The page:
Feeling lethargic? Dean Ween, aka Mickey Melchiondo, is here to pummel your ass into shape. Decked out in tight, form-fitting spandex, Deaner pedals and smokes furiously while Ween bassist Dave Dreiwitz, Meat Puppets guitarist Curt Kirkwood, and drummer Ray Kubian power through country-fried cow punk single “Exercise Man”. Check it out below.
Melchiondo’s last proper video came way back in 2000, when South Park creators Trey Parker and Matt Stone directed Ween guitarist and bandmate Gene Ween in the equally hilarious video for “Even If You Don’t”. For The Deaner Album, available October 21st via ATO Records, Melchiondo pulled out all the stops, building a studio from scratch while enlisting the help of friends and musical heroes including the aforementioned Kirkwood and guitarist Michael Hampton of Parliament-Funkadelic fame. He’ll also be hitting the road starting October 18th with his touring band The Dean Ween Group.
Ahead of that tour, we caught up with Melchiondo to discuss the “Exercise Man” video and his first solo release, as well as dealing with impending empty-nest syndrome while learning to embrace the good times.
Have you always wanted to make a solo record, but the timing was never right?
Not really. With Ween, we could do whatever the hell we wanted creatively. Musically, there was no void that needed to be filled by making a solo record. I always wanted to do a guitar thing, where that was the primary instrument on the record. I accomplished that with this record. I’ve actually got most of a second record finished, but I gotta wait for this first one to come out [Laughs]. The first one isn’t even out yet and I’m talking about the next one. I’m thinking more about the stage, too. People aren’t really buying records the way they used to, and this one isn’t just fodder for me to go and tour behind. It’s a great record and it’s all playable onstage. I can’t wait to get out there and play a shit-ton of guitar behind it, until my hands fall off.
When I started this record, I was still moving around between rental properties. In the meantime, I built my studio, which is my home away from home. I’m there all the time and I try and record something there every day. If I have nothing to do, I’ll transfer some old tapes. It’s so comfortable and such a great place. I did 50-percent of the songs at the new joint. I really dug in and I have a bunch of guys who are available on short notice to come over. I’ve really got my groove on right now.
Is your studio the ultimate boy’s club, or is it pretty no-nonsense?
I’ve had problems in the past where the studio is so far out that you don’t even want to go there and it’s scary. Or, it can turn into a big hangout spot where nothing really got done musically. It was basically a place to watch football and shoot pool. At this place, we clean up at the end of every night. It’s a very professional environment but also pretty casual. I’ve got pictures hanging on the walls and it’s definitely got my touch. For the first time ever, I got to build a studio. It’s mine forever. We built it on a plot of land in the woods and it’s close by. It’s so nice that I could bring in a client if I was producing someone else’s record. If Mariah Carey came in, she’d say, “Yeah, we can make this work.”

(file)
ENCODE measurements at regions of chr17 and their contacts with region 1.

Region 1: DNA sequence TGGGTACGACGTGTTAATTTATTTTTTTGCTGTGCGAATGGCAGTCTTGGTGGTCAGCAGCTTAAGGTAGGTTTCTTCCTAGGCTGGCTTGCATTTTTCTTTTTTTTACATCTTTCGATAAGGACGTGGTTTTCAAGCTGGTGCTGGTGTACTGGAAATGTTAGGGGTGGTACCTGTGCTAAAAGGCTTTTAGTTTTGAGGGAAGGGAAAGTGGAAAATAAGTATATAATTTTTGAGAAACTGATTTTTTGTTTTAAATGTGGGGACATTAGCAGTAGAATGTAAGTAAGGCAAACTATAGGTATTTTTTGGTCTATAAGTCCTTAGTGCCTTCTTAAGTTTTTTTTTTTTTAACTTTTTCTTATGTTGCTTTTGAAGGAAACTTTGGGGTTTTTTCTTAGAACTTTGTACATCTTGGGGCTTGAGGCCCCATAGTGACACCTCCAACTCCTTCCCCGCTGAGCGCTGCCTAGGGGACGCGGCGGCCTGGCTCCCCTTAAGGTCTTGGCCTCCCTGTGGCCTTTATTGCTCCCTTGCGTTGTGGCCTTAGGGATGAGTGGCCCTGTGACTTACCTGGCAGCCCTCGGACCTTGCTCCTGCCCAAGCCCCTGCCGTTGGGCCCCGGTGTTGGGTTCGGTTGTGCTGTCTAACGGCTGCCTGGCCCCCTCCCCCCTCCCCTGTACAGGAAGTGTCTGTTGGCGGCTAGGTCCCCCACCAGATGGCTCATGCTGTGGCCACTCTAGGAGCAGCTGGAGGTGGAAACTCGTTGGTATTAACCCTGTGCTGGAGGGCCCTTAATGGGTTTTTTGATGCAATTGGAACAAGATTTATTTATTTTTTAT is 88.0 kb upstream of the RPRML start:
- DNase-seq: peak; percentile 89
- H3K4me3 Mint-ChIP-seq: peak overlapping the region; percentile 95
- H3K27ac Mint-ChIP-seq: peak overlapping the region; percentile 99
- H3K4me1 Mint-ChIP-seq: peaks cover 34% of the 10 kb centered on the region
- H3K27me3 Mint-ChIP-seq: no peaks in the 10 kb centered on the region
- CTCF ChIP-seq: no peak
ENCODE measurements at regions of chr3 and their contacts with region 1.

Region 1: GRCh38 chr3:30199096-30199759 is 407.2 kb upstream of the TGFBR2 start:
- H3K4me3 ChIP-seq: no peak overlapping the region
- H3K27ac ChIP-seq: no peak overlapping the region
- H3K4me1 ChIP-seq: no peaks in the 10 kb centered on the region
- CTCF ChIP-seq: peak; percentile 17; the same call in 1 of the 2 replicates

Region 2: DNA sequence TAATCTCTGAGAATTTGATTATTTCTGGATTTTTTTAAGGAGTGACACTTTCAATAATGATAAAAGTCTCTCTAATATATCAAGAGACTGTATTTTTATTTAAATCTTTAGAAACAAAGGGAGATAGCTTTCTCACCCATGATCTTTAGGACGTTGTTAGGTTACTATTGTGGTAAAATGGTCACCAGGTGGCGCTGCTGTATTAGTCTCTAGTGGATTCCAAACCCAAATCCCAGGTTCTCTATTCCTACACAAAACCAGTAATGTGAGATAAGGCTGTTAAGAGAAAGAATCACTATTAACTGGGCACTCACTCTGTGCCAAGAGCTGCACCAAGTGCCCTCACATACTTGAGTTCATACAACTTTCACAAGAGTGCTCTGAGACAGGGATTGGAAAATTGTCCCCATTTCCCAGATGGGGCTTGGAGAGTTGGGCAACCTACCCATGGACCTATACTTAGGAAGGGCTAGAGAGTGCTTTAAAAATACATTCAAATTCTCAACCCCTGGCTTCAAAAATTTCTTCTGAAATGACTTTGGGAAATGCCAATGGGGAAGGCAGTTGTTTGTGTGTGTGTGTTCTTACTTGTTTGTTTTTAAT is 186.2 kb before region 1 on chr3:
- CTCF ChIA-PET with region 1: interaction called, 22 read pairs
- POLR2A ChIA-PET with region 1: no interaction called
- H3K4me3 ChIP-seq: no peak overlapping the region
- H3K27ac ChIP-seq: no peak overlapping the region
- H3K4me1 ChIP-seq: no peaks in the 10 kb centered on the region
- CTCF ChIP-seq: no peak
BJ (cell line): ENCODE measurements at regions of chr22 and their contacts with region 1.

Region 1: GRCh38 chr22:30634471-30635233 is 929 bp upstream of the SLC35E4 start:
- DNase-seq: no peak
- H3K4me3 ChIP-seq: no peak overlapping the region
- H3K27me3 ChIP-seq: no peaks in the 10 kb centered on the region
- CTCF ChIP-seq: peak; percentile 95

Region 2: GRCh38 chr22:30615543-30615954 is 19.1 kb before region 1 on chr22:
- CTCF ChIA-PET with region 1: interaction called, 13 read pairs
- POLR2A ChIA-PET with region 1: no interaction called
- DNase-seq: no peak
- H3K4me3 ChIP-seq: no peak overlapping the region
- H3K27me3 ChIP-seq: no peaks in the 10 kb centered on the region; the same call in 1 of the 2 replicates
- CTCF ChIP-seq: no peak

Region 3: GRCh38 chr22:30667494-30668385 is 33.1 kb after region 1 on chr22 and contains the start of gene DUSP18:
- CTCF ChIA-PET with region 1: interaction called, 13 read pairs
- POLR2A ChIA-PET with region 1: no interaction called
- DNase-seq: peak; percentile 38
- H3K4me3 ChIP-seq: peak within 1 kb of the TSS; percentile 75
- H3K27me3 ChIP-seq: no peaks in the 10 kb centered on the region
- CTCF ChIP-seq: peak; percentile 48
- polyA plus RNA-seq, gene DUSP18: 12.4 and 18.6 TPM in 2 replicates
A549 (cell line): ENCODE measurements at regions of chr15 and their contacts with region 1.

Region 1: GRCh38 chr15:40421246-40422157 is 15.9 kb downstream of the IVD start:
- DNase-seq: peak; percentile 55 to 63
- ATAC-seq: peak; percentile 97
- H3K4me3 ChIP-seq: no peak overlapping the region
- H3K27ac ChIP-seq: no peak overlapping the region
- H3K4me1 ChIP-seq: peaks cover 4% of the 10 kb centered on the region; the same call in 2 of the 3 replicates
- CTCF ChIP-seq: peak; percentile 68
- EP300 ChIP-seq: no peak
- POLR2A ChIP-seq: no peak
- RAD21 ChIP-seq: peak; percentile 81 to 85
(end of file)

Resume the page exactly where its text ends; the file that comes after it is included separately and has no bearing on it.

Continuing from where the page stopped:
Photo by Dean Ween
Basically what you’re saying is that it’s nicer than The Pod?
Oh, god [Laughs]. The Pod was also our living quarters at the time. I was 20 years old and it was the token first apartment after moving out of your parents’ house. Fucking people were crashing there all the time and it got fucking destroyed. Mold, dirty dishes, and shit like that.
With The Deaner Album, do you have nerves putting your stamp on this, more than a Ween or Moistboyz record?
A little bit, but not really. I’ve had a lot of time to take it on the road and play the songs. I’d say that was probably the hardest, getting my nerves up to go out and perform it in front of people. It was my first time taking the role of the frontman. I’m still getting better at it. From where I started to where I am now is awesome. It’s a real guitar-based live show and I don’t need to play Ween covers all night anymore. These are the good times, man. It’s very important to mark the good times in life. I’m very happy right now.
Photo by Dean Ween
“Garry”, one of my favorite instrumental tracks on The Deaner Album, feels like a spiritual successor to “A Tear For Eddie”.
Absolutely. I don’t think you can steal from yourself. I think it’s totally within the rulebook. The influence of being around Michael Hampton as much as I am now, and the knowledge that I’ve been able to gain from him, is the first thing that has drastically affected my playing in many, many years. He’s a really good friend of mine and I talk to him every day. We play together every week at the Invitational. P-Funk is such a huge part of my life. My two favorite bands of all time are P-Funk and the Beatles. P-Funk gets the edge because I’ve gotten to see them live a million times. I don’t know Paul or Ringo. The two songs are definitely brothers.